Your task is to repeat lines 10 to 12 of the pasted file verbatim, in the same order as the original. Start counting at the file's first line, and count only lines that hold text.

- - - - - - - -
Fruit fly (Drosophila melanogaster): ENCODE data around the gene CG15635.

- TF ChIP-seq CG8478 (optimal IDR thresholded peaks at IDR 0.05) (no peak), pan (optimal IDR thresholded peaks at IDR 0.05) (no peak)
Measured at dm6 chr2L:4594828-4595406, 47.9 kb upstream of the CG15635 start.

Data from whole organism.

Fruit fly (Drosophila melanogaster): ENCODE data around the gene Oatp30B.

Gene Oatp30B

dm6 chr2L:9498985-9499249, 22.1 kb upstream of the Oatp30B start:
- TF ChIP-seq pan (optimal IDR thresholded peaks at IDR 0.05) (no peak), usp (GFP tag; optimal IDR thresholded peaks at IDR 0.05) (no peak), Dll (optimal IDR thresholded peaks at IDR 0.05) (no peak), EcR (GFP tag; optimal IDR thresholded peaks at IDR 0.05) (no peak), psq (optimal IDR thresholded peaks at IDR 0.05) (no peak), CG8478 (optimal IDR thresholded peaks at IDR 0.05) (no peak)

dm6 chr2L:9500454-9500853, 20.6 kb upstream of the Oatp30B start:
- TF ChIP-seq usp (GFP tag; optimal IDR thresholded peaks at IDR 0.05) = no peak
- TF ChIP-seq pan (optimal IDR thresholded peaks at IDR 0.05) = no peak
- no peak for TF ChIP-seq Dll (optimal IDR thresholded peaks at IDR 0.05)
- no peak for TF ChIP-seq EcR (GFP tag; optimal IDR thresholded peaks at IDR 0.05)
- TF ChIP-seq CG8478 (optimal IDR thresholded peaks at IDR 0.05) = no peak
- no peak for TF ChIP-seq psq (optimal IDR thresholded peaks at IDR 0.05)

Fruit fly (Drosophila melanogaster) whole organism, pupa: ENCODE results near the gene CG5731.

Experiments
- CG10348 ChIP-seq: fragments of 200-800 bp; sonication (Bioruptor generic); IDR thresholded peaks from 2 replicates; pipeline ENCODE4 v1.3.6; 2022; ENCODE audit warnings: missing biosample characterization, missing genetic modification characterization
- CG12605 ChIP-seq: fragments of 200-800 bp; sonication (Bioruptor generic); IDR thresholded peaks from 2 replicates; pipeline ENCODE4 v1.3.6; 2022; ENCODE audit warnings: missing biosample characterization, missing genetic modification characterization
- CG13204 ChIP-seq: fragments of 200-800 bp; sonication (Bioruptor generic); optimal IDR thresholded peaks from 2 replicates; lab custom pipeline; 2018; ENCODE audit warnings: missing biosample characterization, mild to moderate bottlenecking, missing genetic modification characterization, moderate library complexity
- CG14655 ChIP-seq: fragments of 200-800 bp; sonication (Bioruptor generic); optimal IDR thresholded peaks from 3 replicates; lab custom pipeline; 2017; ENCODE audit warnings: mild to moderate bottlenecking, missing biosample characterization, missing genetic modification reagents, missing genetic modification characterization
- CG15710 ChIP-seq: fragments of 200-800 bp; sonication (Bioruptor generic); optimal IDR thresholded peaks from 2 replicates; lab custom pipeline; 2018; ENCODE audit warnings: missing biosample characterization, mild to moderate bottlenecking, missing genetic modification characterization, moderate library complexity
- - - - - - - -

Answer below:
- TF ChIP-seq usp (GFP tag; optimal IDR thresholded peaks at IDR 0.05) = no peak
- TF ChIP-seq pan (optimal IDR thresholded peaks at IDR 0.05) = no peak
- no peak for TF ChIP-seq Dll (optimal IDR thresholded peaks at IDR 0.05)